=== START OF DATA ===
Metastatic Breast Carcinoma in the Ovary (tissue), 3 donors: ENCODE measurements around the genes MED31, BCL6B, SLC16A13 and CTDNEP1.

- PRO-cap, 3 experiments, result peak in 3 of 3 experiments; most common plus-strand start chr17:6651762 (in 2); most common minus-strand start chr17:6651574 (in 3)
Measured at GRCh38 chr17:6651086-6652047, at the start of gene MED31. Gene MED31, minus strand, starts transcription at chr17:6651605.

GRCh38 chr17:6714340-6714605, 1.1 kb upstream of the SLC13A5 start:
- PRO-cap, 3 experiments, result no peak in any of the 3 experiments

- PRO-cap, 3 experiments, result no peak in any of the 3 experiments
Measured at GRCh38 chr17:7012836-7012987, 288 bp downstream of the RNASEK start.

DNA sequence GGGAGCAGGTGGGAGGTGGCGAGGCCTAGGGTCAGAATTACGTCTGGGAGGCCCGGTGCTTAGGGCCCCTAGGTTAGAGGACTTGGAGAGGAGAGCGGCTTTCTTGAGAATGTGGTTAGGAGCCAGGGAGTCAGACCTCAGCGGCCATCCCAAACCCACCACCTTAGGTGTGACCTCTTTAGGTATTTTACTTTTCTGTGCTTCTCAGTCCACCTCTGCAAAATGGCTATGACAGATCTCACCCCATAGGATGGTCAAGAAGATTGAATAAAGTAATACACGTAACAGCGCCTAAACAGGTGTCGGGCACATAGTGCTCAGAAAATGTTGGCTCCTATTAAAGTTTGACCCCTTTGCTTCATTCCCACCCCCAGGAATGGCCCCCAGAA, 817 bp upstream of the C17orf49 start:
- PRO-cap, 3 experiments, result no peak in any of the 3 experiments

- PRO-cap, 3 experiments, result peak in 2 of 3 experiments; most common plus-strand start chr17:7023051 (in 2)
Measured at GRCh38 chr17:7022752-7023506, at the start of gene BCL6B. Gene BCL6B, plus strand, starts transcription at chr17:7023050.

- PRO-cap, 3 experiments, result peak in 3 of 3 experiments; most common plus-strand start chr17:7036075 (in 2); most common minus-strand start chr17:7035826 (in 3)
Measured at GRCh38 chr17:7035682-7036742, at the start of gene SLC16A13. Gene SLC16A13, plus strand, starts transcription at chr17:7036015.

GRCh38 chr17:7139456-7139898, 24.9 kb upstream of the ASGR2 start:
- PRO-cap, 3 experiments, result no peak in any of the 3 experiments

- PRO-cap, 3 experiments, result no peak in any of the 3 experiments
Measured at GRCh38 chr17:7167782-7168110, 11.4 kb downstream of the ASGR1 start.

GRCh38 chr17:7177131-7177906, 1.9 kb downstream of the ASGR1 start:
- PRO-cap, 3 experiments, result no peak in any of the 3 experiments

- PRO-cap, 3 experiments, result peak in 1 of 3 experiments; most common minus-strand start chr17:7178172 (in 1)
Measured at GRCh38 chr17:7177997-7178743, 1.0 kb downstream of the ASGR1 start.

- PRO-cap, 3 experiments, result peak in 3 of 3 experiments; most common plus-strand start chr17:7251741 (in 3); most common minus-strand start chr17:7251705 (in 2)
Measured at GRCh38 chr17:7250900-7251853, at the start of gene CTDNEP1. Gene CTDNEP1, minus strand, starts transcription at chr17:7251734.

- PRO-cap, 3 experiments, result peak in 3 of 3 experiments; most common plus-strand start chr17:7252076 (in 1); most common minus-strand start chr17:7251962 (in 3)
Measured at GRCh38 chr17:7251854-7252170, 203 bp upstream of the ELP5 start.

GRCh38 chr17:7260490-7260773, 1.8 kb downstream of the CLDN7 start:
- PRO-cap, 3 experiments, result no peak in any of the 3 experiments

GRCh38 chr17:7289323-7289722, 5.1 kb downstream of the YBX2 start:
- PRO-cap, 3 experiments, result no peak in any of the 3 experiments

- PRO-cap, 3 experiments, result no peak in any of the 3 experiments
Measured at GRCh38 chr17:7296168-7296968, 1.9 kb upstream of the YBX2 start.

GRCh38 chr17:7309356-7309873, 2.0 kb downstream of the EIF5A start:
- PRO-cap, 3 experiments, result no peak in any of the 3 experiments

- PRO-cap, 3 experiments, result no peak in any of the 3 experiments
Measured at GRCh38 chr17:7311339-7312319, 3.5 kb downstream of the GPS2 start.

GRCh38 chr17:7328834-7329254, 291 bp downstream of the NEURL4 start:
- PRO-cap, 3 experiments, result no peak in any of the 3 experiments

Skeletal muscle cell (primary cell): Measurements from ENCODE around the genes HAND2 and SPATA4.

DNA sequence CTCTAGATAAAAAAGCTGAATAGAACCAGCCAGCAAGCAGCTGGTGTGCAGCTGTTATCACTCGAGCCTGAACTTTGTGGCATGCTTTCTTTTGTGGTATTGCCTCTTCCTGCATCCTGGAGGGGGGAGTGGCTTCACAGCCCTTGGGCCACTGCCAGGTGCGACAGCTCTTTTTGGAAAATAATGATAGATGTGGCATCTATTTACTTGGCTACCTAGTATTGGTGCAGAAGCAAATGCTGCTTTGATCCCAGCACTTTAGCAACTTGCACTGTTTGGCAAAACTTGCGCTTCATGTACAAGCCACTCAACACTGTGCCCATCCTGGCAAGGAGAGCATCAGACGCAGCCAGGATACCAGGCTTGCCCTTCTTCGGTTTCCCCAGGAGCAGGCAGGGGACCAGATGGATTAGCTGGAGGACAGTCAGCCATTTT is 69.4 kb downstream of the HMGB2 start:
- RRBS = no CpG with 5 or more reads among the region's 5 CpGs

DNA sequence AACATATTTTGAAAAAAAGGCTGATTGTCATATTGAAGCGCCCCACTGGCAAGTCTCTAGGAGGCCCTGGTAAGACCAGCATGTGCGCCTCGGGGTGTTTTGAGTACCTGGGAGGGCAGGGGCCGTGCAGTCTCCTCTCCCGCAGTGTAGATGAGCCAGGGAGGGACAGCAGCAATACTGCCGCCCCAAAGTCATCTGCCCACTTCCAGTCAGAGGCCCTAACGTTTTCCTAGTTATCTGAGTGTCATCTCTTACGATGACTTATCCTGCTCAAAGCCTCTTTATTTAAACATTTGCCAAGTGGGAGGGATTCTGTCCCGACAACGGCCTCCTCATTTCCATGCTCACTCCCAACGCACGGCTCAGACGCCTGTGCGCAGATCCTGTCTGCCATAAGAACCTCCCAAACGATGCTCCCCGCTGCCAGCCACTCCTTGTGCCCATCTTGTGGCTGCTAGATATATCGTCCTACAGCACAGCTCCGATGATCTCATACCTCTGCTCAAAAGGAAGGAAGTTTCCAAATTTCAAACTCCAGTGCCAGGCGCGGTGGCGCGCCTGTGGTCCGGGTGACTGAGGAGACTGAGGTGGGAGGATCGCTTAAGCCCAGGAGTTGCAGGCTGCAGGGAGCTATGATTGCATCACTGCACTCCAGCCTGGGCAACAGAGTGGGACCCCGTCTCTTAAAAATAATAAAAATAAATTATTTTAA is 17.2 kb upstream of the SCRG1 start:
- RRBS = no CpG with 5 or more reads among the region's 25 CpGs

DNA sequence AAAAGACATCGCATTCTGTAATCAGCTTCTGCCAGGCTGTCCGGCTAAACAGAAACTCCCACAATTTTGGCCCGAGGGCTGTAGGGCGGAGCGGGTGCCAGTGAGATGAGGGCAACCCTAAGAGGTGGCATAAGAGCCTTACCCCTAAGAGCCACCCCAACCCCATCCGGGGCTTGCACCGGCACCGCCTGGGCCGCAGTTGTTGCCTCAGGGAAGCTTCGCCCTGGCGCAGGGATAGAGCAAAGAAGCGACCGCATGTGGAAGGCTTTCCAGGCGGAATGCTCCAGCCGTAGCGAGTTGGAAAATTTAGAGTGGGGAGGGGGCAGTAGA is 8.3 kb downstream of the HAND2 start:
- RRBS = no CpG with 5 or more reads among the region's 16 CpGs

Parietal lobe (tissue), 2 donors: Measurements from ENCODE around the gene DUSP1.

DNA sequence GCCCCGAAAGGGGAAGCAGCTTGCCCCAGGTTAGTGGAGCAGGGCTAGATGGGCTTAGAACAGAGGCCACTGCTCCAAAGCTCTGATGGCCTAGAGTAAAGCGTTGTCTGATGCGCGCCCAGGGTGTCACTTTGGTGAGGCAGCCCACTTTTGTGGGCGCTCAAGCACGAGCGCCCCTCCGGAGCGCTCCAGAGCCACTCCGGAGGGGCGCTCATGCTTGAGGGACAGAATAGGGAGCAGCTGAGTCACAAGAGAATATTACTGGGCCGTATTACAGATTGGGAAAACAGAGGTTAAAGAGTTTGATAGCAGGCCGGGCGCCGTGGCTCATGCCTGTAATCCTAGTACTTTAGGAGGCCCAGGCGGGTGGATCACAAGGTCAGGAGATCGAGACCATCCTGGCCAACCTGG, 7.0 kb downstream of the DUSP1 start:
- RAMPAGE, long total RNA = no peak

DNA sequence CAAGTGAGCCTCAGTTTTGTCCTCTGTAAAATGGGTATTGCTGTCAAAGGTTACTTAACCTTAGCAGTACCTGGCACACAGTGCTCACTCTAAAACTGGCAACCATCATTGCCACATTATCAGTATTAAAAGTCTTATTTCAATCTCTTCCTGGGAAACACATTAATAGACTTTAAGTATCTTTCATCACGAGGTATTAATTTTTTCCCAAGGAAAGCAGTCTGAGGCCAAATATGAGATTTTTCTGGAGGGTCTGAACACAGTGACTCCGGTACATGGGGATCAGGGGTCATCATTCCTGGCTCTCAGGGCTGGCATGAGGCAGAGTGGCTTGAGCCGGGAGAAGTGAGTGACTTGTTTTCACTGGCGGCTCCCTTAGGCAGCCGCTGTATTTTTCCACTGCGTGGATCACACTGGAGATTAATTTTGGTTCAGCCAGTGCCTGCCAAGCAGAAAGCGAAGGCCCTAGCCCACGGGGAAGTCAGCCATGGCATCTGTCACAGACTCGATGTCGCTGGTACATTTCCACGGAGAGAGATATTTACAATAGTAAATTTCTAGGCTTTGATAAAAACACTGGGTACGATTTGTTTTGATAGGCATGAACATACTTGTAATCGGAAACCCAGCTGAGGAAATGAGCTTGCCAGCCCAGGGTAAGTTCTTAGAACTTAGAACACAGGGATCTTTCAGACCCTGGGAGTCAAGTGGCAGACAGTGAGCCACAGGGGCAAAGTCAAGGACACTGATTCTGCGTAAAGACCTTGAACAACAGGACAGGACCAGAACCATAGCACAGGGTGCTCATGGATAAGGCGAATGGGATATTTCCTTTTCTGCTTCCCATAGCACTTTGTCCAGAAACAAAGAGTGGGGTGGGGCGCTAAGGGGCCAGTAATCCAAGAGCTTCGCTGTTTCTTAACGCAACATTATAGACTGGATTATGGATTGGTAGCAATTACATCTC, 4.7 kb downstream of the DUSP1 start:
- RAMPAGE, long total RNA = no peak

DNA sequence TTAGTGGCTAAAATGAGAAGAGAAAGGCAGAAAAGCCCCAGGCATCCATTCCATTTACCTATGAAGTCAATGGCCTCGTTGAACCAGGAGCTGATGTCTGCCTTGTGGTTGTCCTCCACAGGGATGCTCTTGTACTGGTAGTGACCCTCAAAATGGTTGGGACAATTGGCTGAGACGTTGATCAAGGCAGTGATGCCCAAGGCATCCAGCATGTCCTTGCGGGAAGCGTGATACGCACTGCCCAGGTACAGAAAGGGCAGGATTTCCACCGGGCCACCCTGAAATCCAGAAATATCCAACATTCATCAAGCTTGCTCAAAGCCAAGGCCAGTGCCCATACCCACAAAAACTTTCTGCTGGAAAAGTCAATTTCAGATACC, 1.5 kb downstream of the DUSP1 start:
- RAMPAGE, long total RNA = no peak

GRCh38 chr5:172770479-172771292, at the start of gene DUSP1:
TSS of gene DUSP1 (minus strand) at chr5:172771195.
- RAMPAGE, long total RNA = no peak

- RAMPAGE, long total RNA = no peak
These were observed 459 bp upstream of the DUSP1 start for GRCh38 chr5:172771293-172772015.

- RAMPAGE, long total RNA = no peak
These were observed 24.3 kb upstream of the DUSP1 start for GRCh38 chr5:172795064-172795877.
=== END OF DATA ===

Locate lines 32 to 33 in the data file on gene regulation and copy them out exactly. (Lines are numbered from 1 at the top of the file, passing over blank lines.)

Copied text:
GRCh38 chr17:7309356-7309873, 2.0 kb downstream of the EIF5A start:
- PRO-cap, 3 experiments, result no peak in any of the 3 experiments